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Forest clear-cuts as habitat for farmland birds and butterflies

Ram, Dafne LU ; Lindström, Åke LU ; Pettersson, Lars B. LU and Caplat, Paul LU (2020) In Forest Ecology and Management 473.
Abstract

The intensification of agriculture has resulted in more homogeneous landscapes and declines of many species associated with farmland or other semi-natural open habitats. In parallel, forestry has also intensified causing declines in many species associated with old-growth forests. While intensive forestry negatively affects forest species, it inadvertently creates new habitats such as clear-cuts, which attracts some farmland species. To understand the potential of clear-cuts as alternative habitat for farmland species, we need to know what makes clear-cuts attractive and whether they are suitable for reproduction and survival. We reviewed literature on the occurrence of farmland birds and butterflies in forest clear-cuts and synthesise... (More)

The intensification of agriculture has resulted in more homogeneous landscapes and declines of many species associated with farmland or other semi-natural open habitats. In parallel, forestry has also intensified causing declines in many species associated with old-growth forests. While intensive forestry negatively affects forest species, it inadvertently creates new habitats such as clear-cuts, which attracts some farmland species. To understand the potential of clear-cuts as alternative habitat for farmland species, we need to know what makes clear-cuts attractive and whether they are suitable for reproduction and survival. We reviewed literature on the occurrence of farmland birds and butterflies in forest clear-cuts and synthesise the current knowledge on factors and characteristics affecting their occurrence. Many farmland birds and butterflies do indeed use clear-cuts, and have been found in clear-cuts up to ten years after felling. Clear-cut characteristics of importance include age, size, retention structures, land-use history and landscape composition. However, direct measures of resource abundance such as food and hostplants are often lacking. In addition to the potential benefit of individual clear-cuts, the total clear-cut area in forested regions is often large. Together with the fact that clear-cuts may be occupied by farmland species for several years, the potential of clear-cuts as alternative habitat for farmland biodiversity is substantial. Clear-cuts with a history as meadows, the presence of species of conservation importance, or shorter distance to farmland could for example be motivations for focusing conservation efforts on farmland species instead of forest species. Gaining more knowledge on how farmland species use clear-cuts, and what characteristics they depend on, could help inform management guidelines. We are no advocates for forest clear-cuts, but given their ubiquity in forested landscapes, the potential of clear-cuts as alternative habitats for species suffering from loss of suitable farmland habitats is worth serious attention from a conservation perspective.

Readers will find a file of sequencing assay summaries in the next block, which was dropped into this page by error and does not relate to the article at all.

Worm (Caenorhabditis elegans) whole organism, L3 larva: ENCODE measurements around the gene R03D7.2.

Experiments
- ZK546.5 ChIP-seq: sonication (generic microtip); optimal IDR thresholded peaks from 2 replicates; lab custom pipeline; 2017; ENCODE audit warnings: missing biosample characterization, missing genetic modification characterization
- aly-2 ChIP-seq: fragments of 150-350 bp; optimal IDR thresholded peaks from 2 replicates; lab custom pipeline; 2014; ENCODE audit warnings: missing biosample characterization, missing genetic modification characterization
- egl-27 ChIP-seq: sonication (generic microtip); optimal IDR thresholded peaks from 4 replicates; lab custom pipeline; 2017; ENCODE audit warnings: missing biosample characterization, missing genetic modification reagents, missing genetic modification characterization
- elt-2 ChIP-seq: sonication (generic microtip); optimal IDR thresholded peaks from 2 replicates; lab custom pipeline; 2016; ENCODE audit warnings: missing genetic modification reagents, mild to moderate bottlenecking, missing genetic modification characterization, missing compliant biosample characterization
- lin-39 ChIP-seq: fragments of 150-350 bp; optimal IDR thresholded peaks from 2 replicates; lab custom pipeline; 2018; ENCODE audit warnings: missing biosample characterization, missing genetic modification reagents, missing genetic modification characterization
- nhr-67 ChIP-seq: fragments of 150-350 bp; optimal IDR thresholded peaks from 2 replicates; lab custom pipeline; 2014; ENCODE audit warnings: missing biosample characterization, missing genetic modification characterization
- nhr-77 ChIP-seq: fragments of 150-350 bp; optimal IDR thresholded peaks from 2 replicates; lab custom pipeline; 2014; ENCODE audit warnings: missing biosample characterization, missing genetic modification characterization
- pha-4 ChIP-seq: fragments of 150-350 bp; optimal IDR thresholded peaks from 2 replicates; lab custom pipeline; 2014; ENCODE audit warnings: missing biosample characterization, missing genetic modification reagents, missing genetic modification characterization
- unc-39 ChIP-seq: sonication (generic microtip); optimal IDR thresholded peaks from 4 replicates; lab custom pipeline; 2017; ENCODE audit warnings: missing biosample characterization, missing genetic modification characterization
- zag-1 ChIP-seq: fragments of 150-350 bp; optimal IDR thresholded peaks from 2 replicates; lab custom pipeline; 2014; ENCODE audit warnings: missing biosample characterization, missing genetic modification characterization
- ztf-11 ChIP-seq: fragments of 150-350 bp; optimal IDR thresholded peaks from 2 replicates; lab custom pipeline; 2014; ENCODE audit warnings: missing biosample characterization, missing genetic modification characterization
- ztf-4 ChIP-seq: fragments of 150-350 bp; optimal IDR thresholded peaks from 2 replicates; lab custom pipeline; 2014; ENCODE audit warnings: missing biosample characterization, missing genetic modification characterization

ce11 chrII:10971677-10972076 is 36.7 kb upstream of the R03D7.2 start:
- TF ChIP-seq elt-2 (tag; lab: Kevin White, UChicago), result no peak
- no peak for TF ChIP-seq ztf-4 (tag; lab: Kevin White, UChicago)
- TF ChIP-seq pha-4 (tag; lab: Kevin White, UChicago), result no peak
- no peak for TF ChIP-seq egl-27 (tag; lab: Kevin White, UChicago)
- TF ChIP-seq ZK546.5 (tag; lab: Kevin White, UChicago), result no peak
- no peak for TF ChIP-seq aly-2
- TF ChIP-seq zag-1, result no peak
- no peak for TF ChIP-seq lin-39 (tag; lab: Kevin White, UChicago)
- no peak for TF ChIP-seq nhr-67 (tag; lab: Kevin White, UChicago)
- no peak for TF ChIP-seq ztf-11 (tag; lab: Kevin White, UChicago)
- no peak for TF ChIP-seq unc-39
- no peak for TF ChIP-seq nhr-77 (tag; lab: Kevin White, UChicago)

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author